With an eye toward letting drones share the nation's common airspace, the Air Force has set out to find the technology that will let unmanned aircraft sense and avoid other airplanes in flight.
The ability to sense and avoid - common on all manned aircraft that fly the national airspace -- is one of the trickier issues for drones which do not support such technology. It will be a major hurdle to jump as drone vendors and others press for common drone access to national airspace.
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A Government Accountability Office report earlier this year outlined the issue: "To date, no suitable technology has been deployed that would provide UAS with the capability to sense and avoid other aircraft and airborne objects and to comply completely with FAA regulatory requirements of the national airspace. However, research and development efforts by FAA, DOD, NASA, and MITRE, among others, suggests that potential solutions to the sense and avoid obstacle may be available in the near term. The Department of the Army is working on a ground-based sense and avoid system that will detect other airborne objects and allow the pilot to direct the drone to maneuver to a safe location. The Army has successfully tested one such system, but it may not be useable on all types of drones."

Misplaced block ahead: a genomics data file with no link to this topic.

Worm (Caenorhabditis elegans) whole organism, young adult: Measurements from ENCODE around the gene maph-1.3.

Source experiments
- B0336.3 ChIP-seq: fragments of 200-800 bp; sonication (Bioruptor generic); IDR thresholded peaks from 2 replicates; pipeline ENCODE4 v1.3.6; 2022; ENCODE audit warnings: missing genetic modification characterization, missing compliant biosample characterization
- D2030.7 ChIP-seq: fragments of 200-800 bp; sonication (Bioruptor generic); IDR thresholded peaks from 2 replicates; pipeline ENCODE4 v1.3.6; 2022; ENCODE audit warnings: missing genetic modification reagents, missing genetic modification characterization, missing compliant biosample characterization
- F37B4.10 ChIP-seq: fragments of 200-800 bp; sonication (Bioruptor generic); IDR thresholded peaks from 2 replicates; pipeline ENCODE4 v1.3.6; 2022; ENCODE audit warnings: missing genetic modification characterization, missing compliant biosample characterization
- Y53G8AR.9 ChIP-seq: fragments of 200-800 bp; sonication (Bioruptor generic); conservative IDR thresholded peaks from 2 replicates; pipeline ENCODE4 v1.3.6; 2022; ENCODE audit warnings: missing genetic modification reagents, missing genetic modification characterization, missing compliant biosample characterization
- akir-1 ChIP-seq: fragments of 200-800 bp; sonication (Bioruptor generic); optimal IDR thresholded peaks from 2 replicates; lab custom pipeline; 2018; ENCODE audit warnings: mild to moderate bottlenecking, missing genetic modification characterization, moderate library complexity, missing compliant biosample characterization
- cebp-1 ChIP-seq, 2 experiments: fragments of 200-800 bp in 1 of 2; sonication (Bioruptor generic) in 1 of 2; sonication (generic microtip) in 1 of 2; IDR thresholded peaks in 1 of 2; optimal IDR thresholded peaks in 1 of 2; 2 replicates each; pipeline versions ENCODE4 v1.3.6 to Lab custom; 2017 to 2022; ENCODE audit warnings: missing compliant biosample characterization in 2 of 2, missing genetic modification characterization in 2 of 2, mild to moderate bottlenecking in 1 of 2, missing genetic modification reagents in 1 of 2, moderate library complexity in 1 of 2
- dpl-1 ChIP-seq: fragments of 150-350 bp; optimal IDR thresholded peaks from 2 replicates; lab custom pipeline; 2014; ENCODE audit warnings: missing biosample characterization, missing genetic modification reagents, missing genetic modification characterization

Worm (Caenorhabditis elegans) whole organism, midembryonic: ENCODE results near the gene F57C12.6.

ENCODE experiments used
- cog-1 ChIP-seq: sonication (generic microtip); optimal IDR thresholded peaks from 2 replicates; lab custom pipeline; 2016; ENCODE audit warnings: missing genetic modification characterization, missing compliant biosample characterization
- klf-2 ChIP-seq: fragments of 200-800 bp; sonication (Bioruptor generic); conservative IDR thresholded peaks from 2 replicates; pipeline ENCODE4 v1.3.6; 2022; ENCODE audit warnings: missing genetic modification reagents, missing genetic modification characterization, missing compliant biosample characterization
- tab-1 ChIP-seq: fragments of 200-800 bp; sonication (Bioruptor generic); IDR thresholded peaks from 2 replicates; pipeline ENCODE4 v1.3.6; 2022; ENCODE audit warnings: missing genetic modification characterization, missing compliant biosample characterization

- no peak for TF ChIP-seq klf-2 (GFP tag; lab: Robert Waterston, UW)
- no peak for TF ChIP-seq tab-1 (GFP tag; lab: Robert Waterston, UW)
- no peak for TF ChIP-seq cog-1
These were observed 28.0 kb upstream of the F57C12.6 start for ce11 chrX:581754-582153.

Looking to address that particular issue, the Air Force has issued a Request for Information for what it calls "Common Airborne Sense and Avoid Sources" or technology vendors who could build a sense and avoid system for drones.